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http://dx.doi.org/10.1016/j.psyneuen.2019.104371DOI Listing
http://www.ncbi.nlm.nih.gov/pmc/articles/PMC6842695PMC
November 2019

Inflammation and Improvement of Depression Following Electroconvulsive Therapy in Treatment-Resistant Depression.

J Clin Psychiatry 2018 Mar/Apr;79(2)

Cousins Center for Psychoneuroimmunology, University of California at Los Angeles, Los Angeles, California, USA.

Objective: Electroconvulsive therapy (ECT) is the most robust acute treatment for severe major depressive disorder, yet clinical response is variable. Inflammation is associated with depression, especially in women, and levels of C-reactive protein (CRP) and interleukin (IL)-6 predict response to antidepressant medications. This study evaluated whether markers of inflammation predicted response to electroconvulsive therapy (ECT) in patients with treatment-resistant depression and to what extent this association differed between men and women.

Methods: In patients (N = 29) who had a current major depressive episode diagnosed using DSM-IV-TR criteria and were scheduled to undergo ECT at an academic referral center, levels of CRP, IL-6, IL-8, and tumor necrosis factor-α and severity of depressive symptoms (Montgomery-Asberg Depression Rating Scale [MADRS]) were prospectively evaluated before ECT treatment, after the second ECT session, and again at the completion of the index treatment series. Data were collected between December 2011 and December 2014. The primary outcome was end-of-treatment MADRS score.

Results: In multivariate analyses, higher levels of IL-6 at baseline, but not other inflammatory markers or clinical variables, were associated with lower end-of-treatment MADRS score (P = .01). When stratified by sex, IL-6 remained a significant predictor of end-of-treatment MADRS for women (P = .02) but not men (P = .1), and CRP emerged as a significant predictor for women (P = .04) but not men (P = .66). CRP and IL-6 increased from baseline to the second ECT session (P values < .01) and returned to baseline levels at end of treatment; these changes did not relate to MADRS score over the course of ECT.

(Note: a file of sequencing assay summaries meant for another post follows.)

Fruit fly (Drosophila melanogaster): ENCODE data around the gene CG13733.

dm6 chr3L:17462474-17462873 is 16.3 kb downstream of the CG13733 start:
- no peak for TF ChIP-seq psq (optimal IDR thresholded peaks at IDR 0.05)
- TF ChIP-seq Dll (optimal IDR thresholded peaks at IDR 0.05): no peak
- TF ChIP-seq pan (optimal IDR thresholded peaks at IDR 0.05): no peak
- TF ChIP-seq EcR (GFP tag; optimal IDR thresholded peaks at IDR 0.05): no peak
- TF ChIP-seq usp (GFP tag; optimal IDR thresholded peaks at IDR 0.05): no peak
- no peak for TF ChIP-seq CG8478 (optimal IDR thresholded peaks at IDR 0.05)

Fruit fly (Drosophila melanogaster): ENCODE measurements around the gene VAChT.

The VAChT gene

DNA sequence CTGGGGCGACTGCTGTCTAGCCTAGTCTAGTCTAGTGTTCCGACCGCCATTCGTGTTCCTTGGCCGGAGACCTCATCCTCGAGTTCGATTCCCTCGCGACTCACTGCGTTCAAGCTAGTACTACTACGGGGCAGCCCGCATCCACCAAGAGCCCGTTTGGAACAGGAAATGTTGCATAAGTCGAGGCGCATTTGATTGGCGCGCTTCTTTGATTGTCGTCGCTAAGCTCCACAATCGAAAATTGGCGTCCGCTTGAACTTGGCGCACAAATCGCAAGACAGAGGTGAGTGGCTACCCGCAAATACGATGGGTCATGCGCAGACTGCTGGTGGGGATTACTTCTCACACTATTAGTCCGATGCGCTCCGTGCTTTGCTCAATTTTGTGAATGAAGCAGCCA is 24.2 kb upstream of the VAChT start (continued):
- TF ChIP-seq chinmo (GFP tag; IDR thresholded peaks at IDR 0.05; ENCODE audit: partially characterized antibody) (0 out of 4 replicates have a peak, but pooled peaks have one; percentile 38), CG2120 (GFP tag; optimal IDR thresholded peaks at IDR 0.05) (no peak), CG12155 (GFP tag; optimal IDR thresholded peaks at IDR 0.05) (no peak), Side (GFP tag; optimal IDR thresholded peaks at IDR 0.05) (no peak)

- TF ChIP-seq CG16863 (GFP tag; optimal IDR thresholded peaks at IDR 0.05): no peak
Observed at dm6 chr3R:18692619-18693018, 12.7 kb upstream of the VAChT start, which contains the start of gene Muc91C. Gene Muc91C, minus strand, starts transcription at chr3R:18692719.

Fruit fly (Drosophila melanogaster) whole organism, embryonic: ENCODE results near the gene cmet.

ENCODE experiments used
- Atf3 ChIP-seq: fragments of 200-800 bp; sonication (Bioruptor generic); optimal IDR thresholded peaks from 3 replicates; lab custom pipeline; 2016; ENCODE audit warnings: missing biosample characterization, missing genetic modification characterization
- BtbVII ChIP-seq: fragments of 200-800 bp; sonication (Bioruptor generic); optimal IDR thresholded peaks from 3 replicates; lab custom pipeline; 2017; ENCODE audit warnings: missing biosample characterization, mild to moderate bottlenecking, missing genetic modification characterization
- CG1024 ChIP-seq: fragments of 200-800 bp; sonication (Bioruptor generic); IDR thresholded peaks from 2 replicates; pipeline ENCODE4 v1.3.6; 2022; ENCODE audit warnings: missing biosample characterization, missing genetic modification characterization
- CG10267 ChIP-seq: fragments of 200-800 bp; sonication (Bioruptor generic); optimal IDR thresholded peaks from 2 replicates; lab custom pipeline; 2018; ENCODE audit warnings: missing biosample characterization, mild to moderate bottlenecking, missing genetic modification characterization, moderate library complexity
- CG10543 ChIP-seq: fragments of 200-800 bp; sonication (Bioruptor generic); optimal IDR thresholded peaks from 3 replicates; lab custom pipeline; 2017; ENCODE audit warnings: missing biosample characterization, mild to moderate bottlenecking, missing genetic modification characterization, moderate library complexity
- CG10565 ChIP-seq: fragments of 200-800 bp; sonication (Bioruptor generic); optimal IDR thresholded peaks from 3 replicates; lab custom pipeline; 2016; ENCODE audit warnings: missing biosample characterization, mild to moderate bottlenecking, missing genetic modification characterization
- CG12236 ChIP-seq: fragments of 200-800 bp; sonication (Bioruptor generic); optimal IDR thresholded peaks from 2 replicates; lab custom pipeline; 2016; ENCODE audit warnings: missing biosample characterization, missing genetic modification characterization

Conclusions: Levels of IL-6 prior to ECT treatment may be useful in identifying those depressed patients most likely to benefit from ECT treatment. In contrast, acute changes in IL-6 and CRP may reflect spikes in inflammatory response related to the initiation of seizure therapy, but not mood. Assessment of pretreatment inflammatory biomarkers, especially in women, might be useful in guiding treatment decision-making in treatment-resistant depression.
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http://dx.doi.org/10.4088/JCP.17m11597DOI Listing
http://www.ncbi.nlm.nih.gov/pmc/articles/PMC6013272PMC
August 2019

N-Acetylcysteine Supplementation in an Individual With Glucose-6-Phosphate Dehydrogenase Deficiency-Associated Psychosis.

Biol Psychiatry 2016 10 2;80(8):e71-2. Epub 2016 Mar 2.

Department of Psychiatry and Behavioral Sciences, Baylor College of Medicine, Houston, Texas; Mental Health Care Line, Michael E. DeBakey VA Medical Center, Houston, Texas. Electronic address:

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http://dx.doi.org/10.1016/j.biopsych.2016.02.028DOI Listing
October 2016

Long-term risk of myocardial infarction and stroke in bipolar I disorder: A population-based Cohort Study.

J Affect Disord 2016 Apr 13;194:120-7. Epub 2016 Jan 13.

Department of Psychiatry and Psychology, Mayo Clinic College of Medicine, 200 First Street SW, Rochester, MN 55905, USA. Electronic address:

Objectives: To estimate the risk of fatal and non-fatal myocardial infarction (MI) and stroke in patients with bipolar I disorder compared to people without bipolar I disorder.

Method: Utilizing a records-linkage system spanning 30 years (1966-1996), a population-based cohort of 334 subjects with bipolar I disorder and 334 age and sex-matched referents from Olmsted County, Minnesota, U.S. was identified. Longitudinal follow-up continued until incident MI or stroke (confirmed by board-certified cardiologist/neurologist), death, or study end date (December 31, 2013). Cox proportional hazards models assessed the hazard ratio (HR) for MI or stroke, adjusting for potential confounders.